“We believe that if girls’ marriage is delayed, they can study better as well as lead healthier lives,” says Kiran Kumari, a programme manager at Jawahar Jyoti Bal Vikas Kendra, an NGO working in Samastipur’s Sarairanjan tehsil . Kumari has been involved in stopping many early marriages as well as convincing family members to delay the marriage if the girl wishes to do so. “Our work doesn’t end with stopping attempts at early marriage,” she adds. “The goal is to keep the girls motivated enough to study and lead a life that they choose for themselves.”
But since the beginning of the pandemic-lockdown in March 2020, it has become harder to convince parents, Kumari observes. “Parents tell us: ‘we are losing incomes [and are not sure of future earnings], we want to finish off one responsibility at least by getting the girls married’. We try to convince them and say the girls are not a burden, they will help you.”
For a while, 16-year-old Gauri Kumari managed to buy time for herself. As the eldest of seven siblings, ages ranging from 9 to 24, her parents – the family is also from the Bhuiya caste – tried to get her married several times. Every time, she had succeeding in convincing them to wait. But in May 2020, she wasn’t so lucky.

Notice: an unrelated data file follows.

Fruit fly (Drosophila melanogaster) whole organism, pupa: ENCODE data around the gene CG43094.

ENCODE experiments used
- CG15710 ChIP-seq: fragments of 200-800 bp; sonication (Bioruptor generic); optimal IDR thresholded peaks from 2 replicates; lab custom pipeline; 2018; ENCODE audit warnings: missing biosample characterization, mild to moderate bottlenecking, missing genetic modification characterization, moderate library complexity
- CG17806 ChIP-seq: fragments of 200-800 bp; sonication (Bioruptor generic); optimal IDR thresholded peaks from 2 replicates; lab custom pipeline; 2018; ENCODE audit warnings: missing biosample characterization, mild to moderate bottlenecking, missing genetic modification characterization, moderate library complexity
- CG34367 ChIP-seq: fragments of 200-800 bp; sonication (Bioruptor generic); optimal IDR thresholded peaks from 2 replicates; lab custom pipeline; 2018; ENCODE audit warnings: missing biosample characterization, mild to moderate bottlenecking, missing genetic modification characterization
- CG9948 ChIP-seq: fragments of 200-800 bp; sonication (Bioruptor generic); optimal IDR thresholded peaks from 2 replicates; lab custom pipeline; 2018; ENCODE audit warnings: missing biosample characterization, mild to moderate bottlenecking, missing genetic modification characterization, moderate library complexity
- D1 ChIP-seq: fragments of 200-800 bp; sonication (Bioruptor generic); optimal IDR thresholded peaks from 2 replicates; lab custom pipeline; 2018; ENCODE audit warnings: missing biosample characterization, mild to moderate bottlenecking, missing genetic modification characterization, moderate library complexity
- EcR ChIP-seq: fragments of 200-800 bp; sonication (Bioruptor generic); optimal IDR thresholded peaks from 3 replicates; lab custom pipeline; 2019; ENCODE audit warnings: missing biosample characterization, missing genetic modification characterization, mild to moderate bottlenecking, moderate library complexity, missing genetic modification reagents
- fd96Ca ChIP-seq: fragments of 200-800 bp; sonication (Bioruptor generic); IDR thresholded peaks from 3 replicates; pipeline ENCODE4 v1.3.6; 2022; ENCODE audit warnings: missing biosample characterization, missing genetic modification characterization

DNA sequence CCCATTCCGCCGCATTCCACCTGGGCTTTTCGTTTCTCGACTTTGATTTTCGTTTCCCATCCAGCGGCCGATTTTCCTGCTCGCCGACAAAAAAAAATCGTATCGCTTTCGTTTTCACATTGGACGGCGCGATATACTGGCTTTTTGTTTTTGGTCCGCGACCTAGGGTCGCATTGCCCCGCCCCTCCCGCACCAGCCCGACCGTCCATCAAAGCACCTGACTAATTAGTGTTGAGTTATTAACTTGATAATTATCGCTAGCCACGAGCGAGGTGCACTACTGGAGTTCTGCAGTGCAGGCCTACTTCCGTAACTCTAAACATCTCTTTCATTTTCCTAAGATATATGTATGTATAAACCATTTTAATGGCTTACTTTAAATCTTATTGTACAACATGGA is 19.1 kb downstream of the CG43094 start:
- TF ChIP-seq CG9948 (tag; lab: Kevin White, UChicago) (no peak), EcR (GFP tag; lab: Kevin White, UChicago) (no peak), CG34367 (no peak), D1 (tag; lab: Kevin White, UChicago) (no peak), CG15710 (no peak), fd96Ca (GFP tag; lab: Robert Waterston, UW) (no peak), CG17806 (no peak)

Speaking one morning at a crowded market near a bus-stand outside her village, Mahuli Damodar in Samastipur, Gauri recalled the events that led to her wedding: “At first my mother wanted me to get married to an illiterate guy in Begusarai, but I wanted to marry an educated person like me,” she says. “It was only after I threatened to commit suicide and called the sirs and madams from Jawahar Jyoti that she gave up on that idea.”
But Gauri’s refusal and threats to call the police didn’t work for too long. In May last year, her family found a boy who is in college and Gauri was married with only a few people in attendance. Even her father, who works as a daily wage labourer at wholesale markets in Mumbai, couldn’t attend the wedding because of the lockdown.
“I regret being in this position. I really thought I would study and become someone important. But even now, I don’t want to give up. I will become a teacher one day,” she says, “so that I can teach young girls that their future is in their own hands.”
PARI and CounterMedia Trust’s nationwide reporting project on adolescent girls and young women in rural India is part of a Population Foundation of India-supported initiative to explore the situation of these vital yet marginalised groups, through the voices and lived experience of ordinary people.